By Nicholas Kristof
Dec. 15, 2018
It’s awkward to find yourself in a police state interviewing people about their leader’s penchant for starving children, torturing women or dismembering critics.
The result is nervous smiles. And long pauses in the conversation.
It’s sad because on this visit, I found Saudi Arabia truly is changing under Crown Prince Mohammed bin Salman. You feel a dynamism on the ground in Riyadh, and young Saudis are thrilled that the country finally has a bold leader trying to modernize the economy.
One businesswoman, Naha Said Kattan, told me that she’s grateful to Prince Mohammed that she could drive herself to our interview. I told her that I was delighted for her, but that it was difficult to celebrate while the prince also imprisons women’s rights leaders and reportedly has had four flogged, tortured and sexually harassed, with one attempting suicide as a result.
Another awkward silence.
I’ve been fiercely critical of the “mad prince,” so I was a bit surprised to receive a Saudi visa — apparently because I was travelling with a United Nations delegation returning from Yemen. In a reflection of the mood today, American friends seemed less concerned about my safety in rebel-held Yemen than in Riyadh.
In fact, I’ve felt reasonably safe in Saudi Arabia. Officials were respectful and courteous even when I was painfully frank. But people also seemed more afraid to speak to a journalist than before, and mingled with the oppressiveness, there was an aggrieved nationalism in the air.
Public opinion is difficult to judge in any police state in which journalists are closely watched. But my best guess is that the support here for the prince is real, with people welcoming his youthful leadership as a breath of fresh air; even in Arabic he is sometimes referred to affectionately by his English initials, M.B.S. But I refer to “M.B.S.,” following the dismemberment of the journalist Jamal Khashoggi, as “Mr. Bone Saw.”
Bravo to the U.S. Senate for its historic votes to hold M.B.S. accountable for Khashoggi’s murder and to end support for the Saudi-led war in Yemen. Saudi officials are paying very close attention.
Senior Saudis privately accept that M.B.S. ordered Khashoggi’s death but insist that the Saudi-U.S. relationship is more important than one man’s life. For the sake of stability in the region, they say, America should stand by Saudi Arabia.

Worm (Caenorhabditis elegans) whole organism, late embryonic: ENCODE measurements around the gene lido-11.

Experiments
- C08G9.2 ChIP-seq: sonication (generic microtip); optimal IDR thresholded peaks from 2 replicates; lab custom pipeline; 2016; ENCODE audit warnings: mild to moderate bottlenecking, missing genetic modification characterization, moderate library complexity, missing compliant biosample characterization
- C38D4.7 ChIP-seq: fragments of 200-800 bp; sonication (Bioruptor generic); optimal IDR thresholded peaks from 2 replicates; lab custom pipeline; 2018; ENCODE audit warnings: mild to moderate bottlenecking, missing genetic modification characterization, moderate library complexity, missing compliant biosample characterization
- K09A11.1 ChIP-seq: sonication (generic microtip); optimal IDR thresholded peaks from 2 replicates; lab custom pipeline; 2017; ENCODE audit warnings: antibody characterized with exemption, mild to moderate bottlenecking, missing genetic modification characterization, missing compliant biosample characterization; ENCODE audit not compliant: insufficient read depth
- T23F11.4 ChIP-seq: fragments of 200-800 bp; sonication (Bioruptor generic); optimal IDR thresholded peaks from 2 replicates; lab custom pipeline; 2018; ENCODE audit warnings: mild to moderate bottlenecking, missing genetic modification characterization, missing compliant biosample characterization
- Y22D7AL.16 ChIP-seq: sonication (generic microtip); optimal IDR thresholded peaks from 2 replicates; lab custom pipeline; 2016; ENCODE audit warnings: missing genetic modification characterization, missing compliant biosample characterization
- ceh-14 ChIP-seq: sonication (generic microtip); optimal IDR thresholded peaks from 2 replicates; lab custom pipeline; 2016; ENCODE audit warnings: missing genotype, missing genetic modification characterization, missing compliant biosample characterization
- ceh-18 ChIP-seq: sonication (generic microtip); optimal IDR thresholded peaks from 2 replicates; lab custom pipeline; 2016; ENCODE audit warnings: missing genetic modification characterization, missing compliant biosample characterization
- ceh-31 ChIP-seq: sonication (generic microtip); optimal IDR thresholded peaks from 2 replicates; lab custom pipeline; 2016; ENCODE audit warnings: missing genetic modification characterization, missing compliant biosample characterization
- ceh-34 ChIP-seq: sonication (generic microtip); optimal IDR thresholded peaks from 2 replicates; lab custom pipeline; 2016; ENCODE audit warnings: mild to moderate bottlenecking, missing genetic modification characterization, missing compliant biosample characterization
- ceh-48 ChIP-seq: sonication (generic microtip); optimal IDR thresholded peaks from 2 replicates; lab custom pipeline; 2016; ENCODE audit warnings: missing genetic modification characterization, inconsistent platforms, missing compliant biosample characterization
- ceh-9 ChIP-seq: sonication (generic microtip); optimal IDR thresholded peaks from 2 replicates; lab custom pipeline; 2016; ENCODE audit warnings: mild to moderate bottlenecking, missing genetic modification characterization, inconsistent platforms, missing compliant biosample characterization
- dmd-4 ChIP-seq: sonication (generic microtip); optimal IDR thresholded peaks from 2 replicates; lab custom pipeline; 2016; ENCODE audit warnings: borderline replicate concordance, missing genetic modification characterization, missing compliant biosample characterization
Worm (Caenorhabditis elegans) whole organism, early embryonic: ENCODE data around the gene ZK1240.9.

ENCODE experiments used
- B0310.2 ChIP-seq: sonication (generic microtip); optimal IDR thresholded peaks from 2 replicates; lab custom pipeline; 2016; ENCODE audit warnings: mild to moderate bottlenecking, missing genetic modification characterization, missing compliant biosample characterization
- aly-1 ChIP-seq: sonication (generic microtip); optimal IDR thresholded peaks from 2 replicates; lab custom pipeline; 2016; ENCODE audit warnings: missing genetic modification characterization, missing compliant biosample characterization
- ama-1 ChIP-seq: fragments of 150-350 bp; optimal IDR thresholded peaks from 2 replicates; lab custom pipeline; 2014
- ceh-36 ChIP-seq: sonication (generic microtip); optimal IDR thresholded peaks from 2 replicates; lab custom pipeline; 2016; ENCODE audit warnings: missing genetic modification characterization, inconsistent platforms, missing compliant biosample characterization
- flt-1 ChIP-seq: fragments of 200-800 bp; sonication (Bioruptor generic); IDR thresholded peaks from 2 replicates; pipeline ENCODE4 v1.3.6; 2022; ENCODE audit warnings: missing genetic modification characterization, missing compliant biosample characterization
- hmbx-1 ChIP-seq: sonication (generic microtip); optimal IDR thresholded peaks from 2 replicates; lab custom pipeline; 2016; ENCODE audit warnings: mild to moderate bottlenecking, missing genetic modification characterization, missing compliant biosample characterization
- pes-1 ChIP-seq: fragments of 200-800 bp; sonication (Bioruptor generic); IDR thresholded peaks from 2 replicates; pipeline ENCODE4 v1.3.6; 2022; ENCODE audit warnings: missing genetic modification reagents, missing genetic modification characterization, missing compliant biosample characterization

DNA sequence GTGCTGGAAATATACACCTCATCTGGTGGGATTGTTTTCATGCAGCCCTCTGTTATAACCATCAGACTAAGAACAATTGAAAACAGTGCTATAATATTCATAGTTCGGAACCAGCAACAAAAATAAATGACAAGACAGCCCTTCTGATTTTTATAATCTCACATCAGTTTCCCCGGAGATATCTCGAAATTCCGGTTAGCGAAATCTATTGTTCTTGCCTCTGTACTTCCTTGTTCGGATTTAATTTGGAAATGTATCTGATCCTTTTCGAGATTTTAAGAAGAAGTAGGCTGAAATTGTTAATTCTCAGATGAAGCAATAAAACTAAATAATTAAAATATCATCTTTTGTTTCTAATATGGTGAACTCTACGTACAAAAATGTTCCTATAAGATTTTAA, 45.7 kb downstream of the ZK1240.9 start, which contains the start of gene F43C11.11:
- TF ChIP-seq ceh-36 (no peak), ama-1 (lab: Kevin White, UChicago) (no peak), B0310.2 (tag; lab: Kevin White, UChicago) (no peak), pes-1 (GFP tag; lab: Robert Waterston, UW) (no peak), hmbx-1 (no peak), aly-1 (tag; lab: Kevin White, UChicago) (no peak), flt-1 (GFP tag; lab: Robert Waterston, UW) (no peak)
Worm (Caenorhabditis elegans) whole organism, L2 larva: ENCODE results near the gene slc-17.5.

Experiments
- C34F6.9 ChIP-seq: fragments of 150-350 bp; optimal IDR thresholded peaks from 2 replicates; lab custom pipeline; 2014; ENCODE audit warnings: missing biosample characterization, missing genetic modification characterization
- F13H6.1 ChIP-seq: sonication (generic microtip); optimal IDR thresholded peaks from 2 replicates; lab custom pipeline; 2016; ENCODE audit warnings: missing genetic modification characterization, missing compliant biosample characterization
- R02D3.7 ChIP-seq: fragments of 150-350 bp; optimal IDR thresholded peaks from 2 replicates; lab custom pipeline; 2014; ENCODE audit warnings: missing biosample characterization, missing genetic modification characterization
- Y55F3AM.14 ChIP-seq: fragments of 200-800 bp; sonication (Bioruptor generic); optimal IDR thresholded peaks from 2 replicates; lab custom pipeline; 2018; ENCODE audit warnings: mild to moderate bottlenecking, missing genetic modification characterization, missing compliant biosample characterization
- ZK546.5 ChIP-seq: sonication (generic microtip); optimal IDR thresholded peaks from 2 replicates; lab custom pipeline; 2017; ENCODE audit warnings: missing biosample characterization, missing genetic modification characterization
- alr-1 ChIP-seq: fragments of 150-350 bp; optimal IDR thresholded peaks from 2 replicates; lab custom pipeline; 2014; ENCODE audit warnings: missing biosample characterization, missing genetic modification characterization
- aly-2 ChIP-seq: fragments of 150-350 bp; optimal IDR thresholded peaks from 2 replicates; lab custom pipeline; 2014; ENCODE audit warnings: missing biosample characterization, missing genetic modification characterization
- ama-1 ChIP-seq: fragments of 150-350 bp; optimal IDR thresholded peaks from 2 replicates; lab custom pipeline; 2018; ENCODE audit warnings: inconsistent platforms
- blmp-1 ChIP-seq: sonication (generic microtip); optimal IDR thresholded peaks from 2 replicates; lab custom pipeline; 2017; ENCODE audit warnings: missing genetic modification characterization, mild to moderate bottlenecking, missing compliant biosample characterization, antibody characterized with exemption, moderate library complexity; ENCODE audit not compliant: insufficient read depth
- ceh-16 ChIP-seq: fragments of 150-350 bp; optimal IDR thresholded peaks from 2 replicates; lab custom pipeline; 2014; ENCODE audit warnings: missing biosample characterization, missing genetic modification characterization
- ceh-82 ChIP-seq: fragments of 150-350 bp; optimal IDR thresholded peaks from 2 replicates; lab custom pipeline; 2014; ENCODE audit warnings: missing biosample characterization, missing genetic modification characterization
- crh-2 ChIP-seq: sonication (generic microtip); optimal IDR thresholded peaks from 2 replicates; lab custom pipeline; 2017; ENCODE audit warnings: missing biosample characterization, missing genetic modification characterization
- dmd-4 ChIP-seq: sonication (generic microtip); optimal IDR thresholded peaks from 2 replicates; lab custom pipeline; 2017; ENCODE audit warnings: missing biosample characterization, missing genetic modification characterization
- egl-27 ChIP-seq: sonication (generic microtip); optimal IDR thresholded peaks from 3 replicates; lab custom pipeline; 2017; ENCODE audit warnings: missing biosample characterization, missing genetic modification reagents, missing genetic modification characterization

To which my answer is: The problem is not only that M.B.S. is a murderer, but also that he has destabilized the region, starved Yemeni children and undermined the interests of Saudi Arabia and the United States alike. Everything he touches, he breaks.
President Trump and Jared Kushner have placed their bets on the prince, and in a narrow sense they may be right. King Faisal managed to oust his incompetent predecessor, King Saud, in 1964, but I saw no sign that M.B.S. is in jeopardy of losing power.
My most interesting interaction was with a group of young professionals who believe that I am getting it all wrong.
“I don’t know why the media focuses on the bad side,” protested Tariq Buhilaigah, a consultant in Riyadh. Sure there have been missteps, he said, but the most important things going on are the modernization of the country and the diversification of the economy away from oil.
Felwa AlBazie, who is preparing to get her driver’s license, said she doesn’t know why the women’s rights activists are detained but added, “The big picture I’m seeing is that every woman in life benefits from driving, and women and men benefit from social progress.”
But modernity isn’t just about cappuccinos and iPhone apps; it’s also about human dignity and the rule of law. While M.B.S. is bringing social progress, he’s also reckless, oppressive and brutal, and I am sceptical of his economic competence. He hasn’t even been able to organize an initial public offering for Aramco.
Trump’s bizarre defence of the prince reflects what has been wrong with the U.S.-Saudi relationship. It has become all transactional. The Saudis have treated us like body guards, and we have treated them like gas station attendants.
I suspect the real reason Trump and Kushner embrace M.B.S., aside from the hope that he will back their Middle East peace plan, is business: the belief that Saudis will invest in their personal real estate projects for decades to come.
The truth is that as Saudi Arabia’s significance as an oil producer diminishes, we need Saudi Arabia less. In 25 years, if we’re freed from the tyranny of imported oil, we may not need it at all.
Some Saudis kept trying to suggest to me that if we block weapons sales to Riyadh, the kingdom will turn to Moscow. That’s absurd. It needs our spare parts and, more important, it buys our weapons because they come with an implicit guarantee that we will bail the Saudis out militarily if they get in trouble with Iran.
Saudi Arabia’s armed forces can’t even defeat a militia in Yemen, so how could they stand up to Iran? That’s why we have leverage over Saudi Arabia, not the other way around.
Let’s use that leverage. The next step should be a suspension of arms sales until Saudi Arabia ends its war on Yemen, for that war has made us complicit in mass starvation.
Nicholas Kristof has been a columnist for The Times since 2001. He has won two Pulitzer